“Make Me Miserable!” Why Do We Love Feel Bad TV?

A couple of weeks ago, I was at the coast when a team of lifeguards pulled up in a Land Rover and ran barefoot into the sea. Almost immediately afterwards, a lady pushed passed me, narrowly avoiding falling on her face to get a look at what very well could have been a real life tragedy.

“Bradley!â€? she screamed at her dawdling son, far behind her. “Quick we’re going to miss it. Ooh, someone must be in trouble, Bradley!â€?

What a shame it would have been for Bradley to miss the opportunity to watch someone possibly drown. Bradley must surely, like his mother, love misery. We all love misery, though, don’t we? It’s why we slow down for car crashes, hoping to catch a glimpse of blood or (with any luck!) a bit of brain. It’s why The Daily Mail is the world’s most popular online newspaper and why Radiohead have sold so many records.

I mean, active listeners of their music must surely want to be miserable, right? Like some sort of punishment? It’s the same reason why, you might presume, BBC’s Great Ormond Street has found such an avid viewership. The same could be said for More Four’s 24 Hours in A&E or the BBC’s Hospital 24/7 or Discovery’s Hospital Sydney, Fat Hospital or The Hospital, Kids’ Hospital or my entirely fictional new shows Dead Baby Seal Hospital and Guaranteed Misery Hospital.

In all fairness, however, some do provide a unique insight at what goes on inside hospitals. Great Ormond Street reveals a lot about the great work that medical professionals do on a daily basis at the children’s hospital—and to its credit, it does so with great sensitivity for the patients and their families. But with so many hospital documentary series on the box at the moment, there certainly seems to be a trend of TV channels pandering to lovers of misery.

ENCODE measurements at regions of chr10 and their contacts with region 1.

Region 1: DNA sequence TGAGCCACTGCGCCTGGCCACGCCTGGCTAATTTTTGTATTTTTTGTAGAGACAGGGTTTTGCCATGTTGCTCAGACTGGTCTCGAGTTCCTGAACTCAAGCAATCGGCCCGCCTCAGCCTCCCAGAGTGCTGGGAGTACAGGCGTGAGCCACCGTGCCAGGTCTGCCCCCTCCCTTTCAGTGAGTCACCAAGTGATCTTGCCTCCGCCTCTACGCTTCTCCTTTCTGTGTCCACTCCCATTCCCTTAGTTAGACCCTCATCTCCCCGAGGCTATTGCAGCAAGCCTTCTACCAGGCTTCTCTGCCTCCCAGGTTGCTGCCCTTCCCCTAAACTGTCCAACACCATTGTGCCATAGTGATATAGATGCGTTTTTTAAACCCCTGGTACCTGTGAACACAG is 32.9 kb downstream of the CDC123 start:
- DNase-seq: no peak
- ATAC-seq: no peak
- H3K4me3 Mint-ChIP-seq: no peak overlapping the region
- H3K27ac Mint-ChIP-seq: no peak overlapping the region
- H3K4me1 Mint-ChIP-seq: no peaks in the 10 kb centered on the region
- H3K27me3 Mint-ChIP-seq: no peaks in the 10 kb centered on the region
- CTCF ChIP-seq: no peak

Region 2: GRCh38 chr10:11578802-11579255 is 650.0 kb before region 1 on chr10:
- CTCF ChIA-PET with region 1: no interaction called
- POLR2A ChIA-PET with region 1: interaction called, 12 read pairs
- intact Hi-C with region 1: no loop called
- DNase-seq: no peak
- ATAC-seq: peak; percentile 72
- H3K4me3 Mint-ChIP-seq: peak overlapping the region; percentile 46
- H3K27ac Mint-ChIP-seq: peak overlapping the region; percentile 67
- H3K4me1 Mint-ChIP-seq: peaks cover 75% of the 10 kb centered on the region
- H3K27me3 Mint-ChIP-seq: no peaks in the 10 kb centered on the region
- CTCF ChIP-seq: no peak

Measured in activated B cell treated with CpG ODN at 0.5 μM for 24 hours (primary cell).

Take the latest episode of 24 Hours in A&E, for example, which opens with a cacophony of intense male screams.

“OHHHH! OH! JESUS! GOD!â€? yells one man, whose neck is in a brace.

There’s some generic ER-style music and then a doctor is heard shouting: “Stabbing! Code red.â€? And then, just in case you’re not wincing yet, ten minutes of the programme are devoted to a topless builder, who has injured his shoulder so badly that his screams can be heard from the other side of the hospital. Peculiarly, upbeat pizzicato violin music begins to play, coupled with reaction shots of people grinning, as if his pain is amusing in some way.

Great Ormond Street is understandably less sensationalist, but it’s by no means an easy watch. It’s more emotionally draining than watching Rolf Harris’ Animal Hospital, over and over again, nonstop, for days, as Rolf himself drowns newly born puppies in the corner of your living room. Along with the recent slew of bleak Scandinavian crime dramas, it’s just a bit too much—a bit too much misery. Misery in moderation? Sure. But let’s tone it down. We don’t need a variety of hospital documentary series. Really, we don’t even need two. Just the one perhaps. Maybe just Hilltop Hospital?

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